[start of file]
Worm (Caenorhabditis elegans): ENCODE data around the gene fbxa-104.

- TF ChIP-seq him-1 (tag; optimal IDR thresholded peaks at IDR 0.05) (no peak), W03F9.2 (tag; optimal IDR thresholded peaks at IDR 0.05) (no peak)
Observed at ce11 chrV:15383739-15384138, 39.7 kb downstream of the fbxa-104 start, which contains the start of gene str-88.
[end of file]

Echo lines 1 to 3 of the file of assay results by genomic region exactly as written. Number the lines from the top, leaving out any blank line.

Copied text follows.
Worm (Caenorhabditis elegans): ENCODE data around the gene fbxa-104.

- TF ChIP-seq him-1 (tag; optimal IDR thresholded peaks at IDR 0.05) (no peak), W03F9.2 (tag; optimal IDR thresholded peaks at IDR 0.05) (no peak)
Observed at ce11 chrV:15383739-15384138, 39.7 kb downstream of the fbxa-104 start, which contains the start of gene str-88.